Appreciate everything your associates do for the business. Nothing else can quite substitute for a few well-chosen, well-timed, sincere words of praise.
They’re absolutely free and worth a fortune. Sam Walton believed in most people until they proved him wrong. He didn’t care about a person’s history. If they showed the willingness to work then he would give them every opportunity he could. Many of the original Walmart managers had little education. But they were willing to work.
True leaders have faith in others. Sam was a people encourager.
He believed in people he entrusted as his associates and valued their contribution. In his own words: “Outstanding leaders go out of their way to boost the self-esteem of their personnel. If people believe in themselves, it’s amazing what they can accomplish.” He exemplified the adage that no work is too big or too small. His associates saw him doing that and they took pride in their job. What an incredible leadership lesson!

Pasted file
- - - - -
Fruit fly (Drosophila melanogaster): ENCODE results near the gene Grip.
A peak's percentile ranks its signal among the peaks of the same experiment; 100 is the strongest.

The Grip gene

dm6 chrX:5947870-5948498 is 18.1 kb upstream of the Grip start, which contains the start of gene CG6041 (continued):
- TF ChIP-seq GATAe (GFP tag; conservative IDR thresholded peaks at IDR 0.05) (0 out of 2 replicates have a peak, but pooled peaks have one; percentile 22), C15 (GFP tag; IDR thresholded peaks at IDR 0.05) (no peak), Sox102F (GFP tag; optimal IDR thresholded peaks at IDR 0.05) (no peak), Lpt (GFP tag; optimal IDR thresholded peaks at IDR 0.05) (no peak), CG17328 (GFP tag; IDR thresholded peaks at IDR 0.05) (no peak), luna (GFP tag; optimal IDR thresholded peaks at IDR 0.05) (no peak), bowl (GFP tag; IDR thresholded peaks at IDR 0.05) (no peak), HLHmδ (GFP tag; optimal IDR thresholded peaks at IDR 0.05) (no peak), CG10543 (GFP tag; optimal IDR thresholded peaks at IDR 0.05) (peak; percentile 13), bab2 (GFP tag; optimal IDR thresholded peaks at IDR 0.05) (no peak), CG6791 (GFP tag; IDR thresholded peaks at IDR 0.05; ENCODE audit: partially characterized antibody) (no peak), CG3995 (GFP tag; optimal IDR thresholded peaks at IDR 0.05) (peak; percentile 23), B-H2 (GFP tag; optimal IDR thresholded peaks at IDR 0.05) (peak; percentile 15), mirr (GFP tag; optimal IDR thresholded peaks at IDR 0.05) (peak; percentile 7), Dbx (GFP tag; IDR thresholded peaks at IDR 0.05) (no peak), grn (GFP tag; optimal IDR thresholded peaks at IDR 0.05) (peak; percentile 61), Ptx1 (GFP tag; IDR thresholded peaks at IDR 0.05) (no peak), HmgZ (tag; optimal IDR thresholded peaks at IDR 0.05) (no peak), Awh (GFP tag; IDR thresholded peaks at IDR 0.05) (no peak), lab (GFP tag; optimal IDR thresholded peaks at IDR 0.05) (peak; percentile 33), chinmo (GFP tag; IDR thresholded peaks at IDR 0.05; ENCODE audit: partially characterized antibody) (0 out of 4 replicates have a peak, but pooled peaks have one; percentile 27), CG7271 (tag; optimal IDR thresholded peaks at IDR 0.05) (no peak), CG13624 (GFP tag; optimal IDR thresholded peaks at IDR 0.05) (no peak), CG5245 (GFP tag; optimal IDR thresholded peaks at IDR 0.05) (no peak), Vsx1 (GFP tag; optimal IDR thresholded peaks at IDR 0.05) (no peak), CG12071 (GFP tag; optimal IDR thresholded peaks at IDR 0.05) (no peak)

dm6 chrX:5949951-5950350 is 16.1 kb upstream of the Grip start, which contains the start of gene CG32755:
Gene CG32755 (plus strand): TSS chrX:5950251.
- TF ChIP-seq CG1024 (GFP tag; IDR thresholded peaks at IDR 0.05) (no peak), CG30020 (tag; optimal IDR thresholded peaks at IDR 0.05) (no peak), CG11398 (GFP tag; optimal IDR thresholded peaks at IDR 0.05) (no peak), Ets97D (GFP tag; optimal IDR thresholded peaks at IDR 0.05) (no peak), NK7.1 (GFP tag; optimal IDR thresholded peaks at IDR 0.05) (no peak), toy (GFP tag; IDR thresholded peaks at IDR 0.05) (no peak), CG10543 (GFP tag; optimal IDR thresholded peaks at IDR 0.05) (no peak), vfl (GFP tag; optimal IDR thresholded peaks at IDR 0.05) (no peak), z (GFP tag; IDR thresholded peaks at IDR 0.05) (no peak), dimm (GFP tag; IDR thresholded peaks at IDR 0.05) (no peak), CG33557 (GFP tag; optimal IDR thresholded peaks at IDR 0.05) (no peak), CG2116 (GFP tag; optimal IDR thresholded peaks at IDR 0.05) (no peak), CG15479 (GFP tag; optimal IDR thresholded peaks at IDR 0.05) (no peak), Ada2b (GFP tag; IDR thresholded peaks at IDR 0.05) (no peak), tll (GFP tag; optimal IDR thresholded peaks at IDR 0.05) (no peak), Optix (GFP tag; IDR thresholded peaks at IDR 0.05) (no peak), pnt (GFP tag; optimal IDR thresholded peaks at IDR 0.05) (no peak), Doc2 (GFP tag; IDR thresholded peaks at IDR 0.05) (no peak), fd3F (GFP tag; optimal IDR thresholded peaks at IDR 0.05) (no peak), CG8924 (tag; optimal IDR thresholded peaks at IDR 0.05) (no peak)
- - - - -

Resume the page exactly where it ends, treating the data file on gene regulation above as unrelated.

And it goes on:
Rule #4 : Go Back To Basics
Sam Walton had simple values that guided him through his life and business. He didn’t follow the latest management fad, nor did he believe in any of the get-rich-quick ideas. He was solidly living his life by the values that he grew up with.
As a leader building a team or an organization, you need to get away from all the ‘noise’ about the latest management framework, or the next idea about how leadership should be done.
The principles that existed for thousands of years still exist today and all you have to do is follow them, and people will follow you. There is nothing new under the sun and you shouldn’t be swayed by different ways and ideas; but stick to your values and you will be successful.
You have to believe in your business more than anybody else. Sam Walton cites this as the reason he was able to overcome all of his personal shortcomings.
Sam Walton didn’t start off his variety stores with an ambition to become rich; he simply had a passion for his craft and at each point in time, he only wanted to do it better and better. If you follow the money, you’ll be running from one business opportunity to another without any focus. But Sam Walton had one focus: retail and so should you. When you follow your passion, you’ll be successful in whatever craft you do, and you will become a leader in that field that you commit yourself to.
🔈 Sam Walton has said
Commit to your business. Believe in it more than anything else.